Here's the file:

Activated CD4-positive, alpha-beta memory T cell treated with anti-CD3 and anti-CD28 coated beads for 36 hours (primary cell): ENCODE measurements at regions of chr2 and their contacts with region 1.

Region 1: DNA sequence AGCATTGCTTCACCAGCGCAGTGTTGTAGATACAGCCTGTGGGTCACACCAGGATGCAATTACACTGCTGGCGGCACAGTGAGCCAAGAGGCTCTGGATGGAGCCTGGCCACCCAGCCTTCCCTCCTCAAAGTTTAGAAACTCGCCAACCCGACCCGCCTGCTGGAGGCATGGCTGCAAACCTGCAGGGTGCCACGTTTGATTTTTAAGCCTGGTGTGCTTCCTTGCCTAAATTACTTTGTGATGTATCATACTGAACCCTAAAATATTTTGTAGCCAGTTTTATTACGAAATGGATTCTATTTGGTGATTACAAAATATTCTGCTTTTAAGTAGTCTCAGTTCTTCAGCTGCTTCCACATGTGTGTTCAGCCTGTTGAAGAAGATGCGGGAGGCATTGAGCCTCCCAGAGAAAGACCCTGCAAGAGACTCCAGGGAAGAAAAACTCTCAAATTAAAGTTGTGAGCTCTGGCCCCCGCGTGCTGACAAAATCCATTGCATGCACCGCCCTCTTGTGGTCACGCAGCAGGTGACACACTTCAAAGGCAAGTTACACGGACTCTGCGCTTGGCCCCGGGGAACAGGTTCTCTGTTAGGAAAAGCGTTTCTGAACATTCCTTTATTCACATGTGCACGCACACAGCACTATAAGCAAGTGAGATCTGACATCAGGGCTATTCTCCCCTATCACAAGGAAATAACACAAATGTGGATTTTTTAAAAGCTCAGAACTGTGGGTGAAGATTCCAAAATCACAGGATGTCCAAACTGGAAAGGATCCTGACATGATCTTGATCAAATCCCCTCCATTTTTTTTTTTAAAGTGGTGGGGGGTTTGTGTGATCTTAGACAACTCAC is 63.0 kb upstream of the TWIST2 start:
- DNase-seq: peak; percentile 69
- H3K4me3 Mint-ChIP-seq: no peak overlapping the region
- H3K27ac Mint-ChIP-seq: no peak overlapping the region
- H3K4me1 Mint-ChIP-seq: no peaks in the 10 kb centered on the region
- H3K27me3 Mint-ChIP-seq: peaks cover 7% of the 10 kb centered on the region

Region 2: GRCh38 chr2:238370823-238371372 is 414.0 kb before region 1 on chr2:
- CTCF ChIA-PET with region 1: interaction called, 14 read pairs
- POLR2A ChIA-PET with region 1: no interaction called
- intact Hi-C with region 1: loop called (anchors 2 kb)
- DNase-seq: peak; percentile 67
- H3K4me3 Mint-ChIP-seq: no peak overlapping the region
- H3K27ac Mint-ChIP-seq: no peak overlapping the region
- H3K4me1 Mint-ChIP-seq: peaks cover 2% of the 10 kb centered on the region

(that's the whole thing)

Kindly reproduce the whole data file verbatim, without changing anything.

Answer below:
Activated CD4-positive, alpha-beta memory T cell treated with anti-CD3 and anti-CD28 coated beads for 36 hours (primary cell): ENCODE measurements at regions of chr2 and their contacts with region 1.

Region 1: DNA sequence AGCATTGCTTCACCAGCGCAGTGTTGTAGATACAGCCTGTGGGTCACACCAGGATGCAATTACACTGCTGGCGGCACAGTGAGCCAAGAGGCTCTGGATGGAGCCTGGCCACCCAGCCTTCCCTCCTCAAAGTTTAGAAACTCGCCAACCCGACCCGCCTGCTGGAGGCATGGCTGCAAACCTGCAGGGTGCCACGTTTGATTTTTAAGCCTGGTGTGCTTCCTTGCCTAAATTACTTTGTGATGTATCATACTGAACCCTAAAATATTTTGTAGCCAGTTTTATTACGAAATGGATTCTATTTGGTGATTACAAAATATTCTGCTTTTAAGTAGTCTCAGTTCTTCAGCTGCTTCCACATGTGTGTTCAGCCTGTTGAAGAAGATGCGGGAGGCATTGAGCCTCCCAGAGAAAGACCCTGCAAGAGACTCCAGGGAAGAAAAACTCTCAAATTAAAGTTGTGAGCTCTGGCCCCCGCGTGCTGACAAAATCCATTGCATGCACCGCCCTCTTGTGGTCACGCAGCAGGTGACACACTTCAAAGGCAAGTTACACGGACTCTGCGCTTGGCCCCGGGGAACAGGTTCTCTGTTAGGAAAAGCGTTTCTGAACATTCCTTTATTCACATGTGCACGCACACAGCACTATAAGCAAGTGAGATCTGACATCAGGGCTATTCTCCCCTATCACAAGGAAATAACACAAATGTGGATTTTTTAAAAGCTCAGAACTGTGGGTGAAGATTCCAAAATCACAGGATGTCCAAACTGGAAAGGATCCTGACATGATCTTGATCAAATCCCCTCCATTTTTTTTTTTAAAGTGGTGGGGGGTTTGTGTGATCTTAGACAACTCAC is 63.0 kb upstream of the TWIST2 start:
- DNase-seq: peak; percentile 69
- H3K4me3 Mint-ChIP-seq: no peak overlapping the region
- H3K27ac Mint-ChIP-seq: no peak overlapping the region
- H3K4me1 Mint-ChIP-seq: no peaks in the 10 kb centered on the region
- H3K27me3 Mint-ChIP-seq: peaks cover 7% of the 10 kb centered on the region

Region 2: GRCh38 chr2:238370823-238371372 is 414.0 kb before region 1 on chr2:
- CTCF ChIA-PET with region 1: interaction called, 14 read pairs
- POLR2A ChIA-PET with region 1: no interaction called
- intact Hi-C with region 1: loop called (anchors 2 kb)
- DNase-seq: peak; percentile 67
- H3K4me3 Mint-ChIP-seq: no peak overlapping the region
- H3K27ac Mint-ChIP-seq: no peak overlapping the region
- H3K4me1 Mint-ChIP-seq: peaks cover 2% of the 10 kb centered on the region